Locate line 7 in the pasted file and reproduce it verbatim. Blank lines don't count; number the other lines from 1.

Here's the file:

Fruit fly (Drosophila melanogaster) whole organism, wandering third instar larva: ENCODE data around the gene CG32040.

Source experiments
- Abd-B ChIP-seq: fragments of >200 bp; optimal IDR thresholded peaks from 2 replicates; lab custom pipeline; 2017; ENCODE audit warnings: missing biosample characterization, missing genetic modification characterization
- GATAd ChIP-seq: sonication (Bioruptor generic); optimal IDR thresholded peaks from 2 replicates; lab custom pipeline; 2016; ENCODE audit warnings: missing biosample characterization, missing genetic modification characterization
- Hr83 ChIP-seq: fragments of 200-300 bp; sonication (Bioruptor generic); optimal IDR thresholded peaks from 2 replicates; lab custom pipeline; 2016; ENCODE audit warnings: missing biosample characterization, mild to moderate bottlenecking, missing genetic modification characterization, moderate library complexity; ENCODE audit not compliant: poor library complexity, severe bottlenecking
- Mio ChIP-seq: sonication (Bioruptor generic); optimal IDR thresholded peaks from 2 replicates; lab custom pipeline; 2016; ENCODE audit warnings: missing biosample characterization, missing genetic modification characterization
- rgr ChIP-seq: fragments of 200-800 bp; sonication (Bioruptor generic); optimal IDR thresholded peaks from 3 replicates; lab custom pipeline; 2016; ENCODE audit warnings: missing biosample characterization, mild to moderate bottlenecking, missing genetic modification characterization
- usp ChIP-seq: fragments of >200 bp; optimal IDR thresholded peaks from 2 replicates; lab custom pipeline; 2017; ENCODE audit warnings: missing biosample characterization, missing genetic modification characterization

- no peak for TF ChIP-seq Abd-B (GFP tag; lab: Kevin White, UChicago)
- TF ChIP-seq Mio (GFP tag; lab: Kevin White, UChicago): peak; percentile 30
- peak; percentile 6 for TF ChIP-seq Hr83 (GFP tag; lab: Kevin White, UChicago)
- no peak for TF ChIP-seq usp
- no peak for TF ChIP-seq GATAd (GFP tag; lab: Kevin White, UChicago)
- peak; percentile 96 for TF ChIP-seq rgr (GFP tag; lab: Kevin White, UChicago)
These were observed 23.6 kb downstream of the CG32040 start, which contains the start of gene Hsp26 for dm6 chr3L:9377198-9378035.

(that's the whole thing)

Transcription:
- rgr ChIP-seq: fragments of 200-800 bp; sonication (Bioruptor generic); optimal IDR thresholded peaks from 3 replicates; lab custom pipeline; 2016; ENCODE audit warnings: missing biosample characterization, mild to moderate bottlenecking, missing genetic modification characterization